Competitor published a great article about ways to stay safe while running in the summer. The first tip? Get out early (or late). Don't forget your shoe lights!
Don’t forget, it can be hazardous to your health to hit the streets when the mercury starts heading north of 90 degrees on the thermometer.
Don’t let the scorching summer sun deter you from trying to maintain your mileage, however. Overbearing heat and humidity are far from ideal training conditions, but they’re not impossible obstacles to overcome if you take the proper precautions. Employ these six strategies to ensure that you run safely under the sun for the remainder of the summer.
If you like to run on your lunch break, it’s worth your while to shift your schedule around when summer rolls around. The sun is strongest in the middle of the day, so try to avoid exercising outside in the hours from late morning to late afternoon. Hit the road before the sun comes up and enjoy lunch later in the day from the comfort of your air-conditioned office. Not a morning person, or can’t be because of your schedule? Try heading out for your run after a long day at work. The later, the better, as temperatures will tend to drop toward the end of the day. And regardless of when you run, stay in the shade whenever possible, where temperatures will often be cooler and the strength of the sun’s rays won’t be as strong.
Tans are nice, but sun burns and skin cancer are not. A sport sunscreen with an SPF of 30 or higher is a must, but additional covering in the form of a hat, sunglasses and lightweight, longsleeve moisture-wicking t-shirt will best protect you from exposure to the sun. Look for sunglasses with a high UV protection rating and keep an eye out for apparel that has an SPF rating, which will serve as an extra layer of protection between the sun and your sunscreen-smeared skin.
When the temperature gets above 60 degrees, performance will start to suffer. Throw some humidity and strong sunshine into the mix and you have a potential recipe for disaster. Forget about hitting specific splits when the weather warms up; instead, focus on maintaining a certain effort level, even if it means running at a slower pace. If your normal training pace is 8-minutes-per-mile, dial it back to 8:30 pace. The training effect will be the same if the effort level is equivalent across the board. In races, the same principle applies. Go out conservatively, pay no mind to mile splits and focus on picking off people who didn’t respect the weather conditions.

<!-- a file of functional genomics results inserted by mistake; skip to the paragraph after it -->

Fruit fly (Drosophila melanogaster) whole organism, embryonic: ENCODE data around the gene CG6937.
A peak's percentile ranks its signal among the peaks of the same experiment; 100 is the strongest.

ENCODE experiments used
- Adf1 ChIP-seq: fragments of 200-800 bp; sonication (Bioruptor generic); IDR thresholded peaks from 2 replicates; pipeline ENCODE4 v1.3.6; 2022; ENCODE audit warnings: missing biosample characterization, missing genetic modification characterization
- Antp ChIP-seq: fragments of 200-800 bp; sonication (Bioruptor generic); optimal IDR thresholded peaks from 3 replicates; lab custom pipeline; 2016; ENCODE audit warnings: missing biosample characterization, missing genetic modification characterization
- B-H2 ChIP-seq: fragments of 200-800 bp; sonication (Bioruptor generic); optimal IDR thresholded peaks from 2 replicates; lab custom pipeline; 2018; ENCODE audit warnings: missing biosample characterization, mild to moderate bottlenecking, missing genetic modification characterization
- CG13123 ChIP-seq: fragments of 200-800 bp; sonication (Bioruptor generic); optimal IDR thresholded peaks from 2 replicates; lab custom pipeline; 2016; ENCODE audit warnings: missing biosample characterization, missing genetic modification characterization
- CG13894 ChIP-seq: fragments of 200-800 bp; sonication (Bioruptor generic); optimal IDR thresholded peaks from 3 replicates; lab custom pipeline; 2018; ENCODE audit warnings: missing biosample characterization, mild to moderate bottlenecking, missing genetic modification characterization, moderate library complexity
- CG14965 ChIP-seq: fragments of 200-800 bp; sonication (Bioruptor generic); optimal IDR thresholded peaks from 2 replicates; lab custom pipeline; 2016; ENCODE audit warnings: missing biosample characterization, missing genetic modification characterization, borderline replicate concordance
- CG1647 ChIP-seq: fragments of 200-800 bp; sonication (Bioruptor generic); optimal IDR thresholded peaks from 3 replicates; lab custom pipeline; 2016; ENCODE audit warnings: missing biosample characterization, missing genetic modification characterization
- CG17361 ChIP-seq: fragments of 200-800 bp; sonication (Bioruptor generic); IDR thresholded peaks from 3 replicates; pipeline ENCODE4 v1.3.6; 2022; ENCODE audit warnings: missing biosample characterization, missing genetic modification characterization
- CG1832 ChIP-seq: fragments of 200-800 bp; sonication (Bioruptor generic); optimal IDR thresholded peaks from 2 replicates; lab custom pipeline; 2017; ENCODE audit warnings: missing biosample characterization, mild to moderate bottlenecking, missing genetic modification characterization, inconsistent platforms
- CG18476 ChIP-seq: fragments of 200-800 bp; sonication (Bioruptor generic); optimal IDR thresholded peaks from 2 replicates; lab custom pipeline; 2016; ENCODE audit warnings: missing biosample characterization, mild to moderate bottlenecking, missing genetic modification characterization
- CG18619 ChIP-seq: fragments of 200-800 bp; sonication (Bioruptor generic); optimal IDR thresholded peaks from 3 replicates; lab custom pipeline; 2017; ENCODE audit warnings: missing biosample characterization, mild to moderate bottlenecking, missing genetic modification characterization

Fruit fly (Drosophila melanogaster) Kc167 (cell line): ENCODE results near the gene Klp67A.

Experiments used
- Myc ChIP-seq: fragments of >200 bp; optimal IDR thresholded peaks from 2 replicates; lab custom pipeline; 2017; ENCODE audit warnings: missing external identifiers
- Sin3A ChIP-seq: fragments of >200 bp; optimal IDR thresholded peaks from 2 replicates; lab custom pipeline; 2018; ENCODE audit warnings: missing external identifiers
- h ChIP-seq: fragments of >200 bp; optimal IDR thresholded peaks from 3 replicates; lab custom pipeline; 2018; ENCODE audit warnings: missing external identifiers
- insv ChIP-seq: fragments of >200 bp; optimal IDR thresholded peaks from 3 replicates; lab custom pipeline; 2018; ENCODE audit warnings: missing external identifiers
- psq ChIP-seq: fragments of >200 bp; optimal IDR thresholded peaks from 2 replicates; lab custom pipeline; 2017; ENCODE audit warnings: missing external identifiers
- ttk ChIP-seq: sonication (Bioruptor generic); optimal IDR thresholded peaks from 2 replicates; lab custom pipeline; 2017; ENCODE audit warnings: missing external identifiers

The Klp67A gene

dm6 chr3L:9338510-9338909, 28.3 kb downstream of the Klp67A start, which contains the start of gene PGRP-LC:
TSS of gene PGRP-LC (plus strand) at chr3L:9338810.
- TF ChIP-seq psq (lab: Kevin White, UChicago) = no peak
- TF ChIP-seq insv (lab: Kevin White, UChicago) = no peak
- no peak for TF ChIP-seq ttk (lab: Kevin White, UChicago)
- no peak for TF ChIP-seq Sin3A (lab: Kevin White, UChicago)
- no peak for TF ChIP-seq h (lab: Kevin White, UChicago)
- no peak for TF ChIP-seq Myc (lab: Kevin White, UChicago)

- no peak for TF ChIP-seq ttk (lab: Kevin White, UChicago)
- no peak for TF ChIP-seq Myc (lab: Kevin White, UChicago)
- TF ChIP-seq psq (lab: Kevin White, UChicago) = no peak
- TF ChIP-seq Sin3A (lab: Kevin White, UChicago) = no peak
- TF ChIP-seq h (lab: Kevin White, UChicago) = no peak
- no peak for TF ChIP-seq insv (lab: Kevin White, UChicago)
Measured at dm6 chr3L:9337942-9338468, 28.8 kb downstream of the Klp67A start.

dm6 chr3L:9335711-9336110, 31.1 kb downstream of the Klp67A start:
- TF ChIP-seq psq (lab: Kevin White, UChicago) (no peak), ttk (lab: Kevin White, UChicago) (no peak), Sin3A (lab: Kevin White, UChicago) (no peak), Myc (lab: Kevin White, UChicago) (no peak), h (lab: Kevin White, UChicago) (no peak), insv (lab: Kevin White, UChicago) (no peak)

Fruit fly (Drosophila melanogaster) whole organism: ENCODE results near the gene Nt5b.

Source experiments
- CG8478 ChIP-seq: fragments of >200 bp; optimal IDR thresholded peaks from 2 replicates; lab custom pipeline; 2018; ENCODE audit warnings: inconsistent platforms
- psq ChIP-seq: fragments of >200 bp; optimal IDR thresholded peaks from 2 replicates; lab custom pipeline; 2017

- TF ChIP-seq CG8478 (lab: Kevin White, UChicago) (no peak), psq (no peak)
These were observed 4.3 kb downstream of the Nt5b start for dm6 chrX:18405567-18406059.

A sound hydration strategy isn’t as simple as sipping on water. When it feels like you’re running through a sponge on a summer day, it’s important to replace water loss, but also sodium, potassium and other important electrolytes. What’s the best way to do this? Sports drinks are the most effective way to hydrate on a hot day. “Because a sports drink contains dissolved minerals and carbohydrates, it’s absorbed into the bloodstream more quickly than water, which has fewer or no dissolved particles,” said author and trainer Matt Fitzgerald.
Have a stomach that’s sensitive to sugary sports drinks? Then try taking electrolyte tablets with your water to stave off cramping and supply your systems with all the minerals they need to work efficiently and effectively in hot weather. Furthermore, never go into a mid-summer run dehydrated, and be sure to drink before, during and after a run in the hot sun. Wearing a hydration belt, planting bottles along your route or planning your run to loop back past your house or car are easy and effective ways to keep your fluid levels, body temperature and energy levels in check.
Running can oftentimes be a very personal pursuit, but sharing a good run with others can be a rewarding and enjoyable experience, not to mention safer than running alone on a summer day. A running buddy can help you keep your speed down on a scorching day and also serve as a pleasant distraction when you start a run already soaked in sweat. If you’re short on training partners, however, or simply prefer to run by yourself, it’s good practice to at least let others know where you’ll be running. Phone a friend beforehand, or post your plans on your preferred social networking website, to let friends and family know where to look if they haven’t heard from you in a while.
I’m usually not one to advocate running on a treadmill unless there’s ice on the ground, but when temps hit the triple digits, there’s nothing wrong with the occasional escape to air conditioning, either. Having the ability to control your conditions is obviously safer than baking under the hot summer sun, and it can also be an effective way to keep your confidence levels high when you’re hyperfocused on hitting specific splits.
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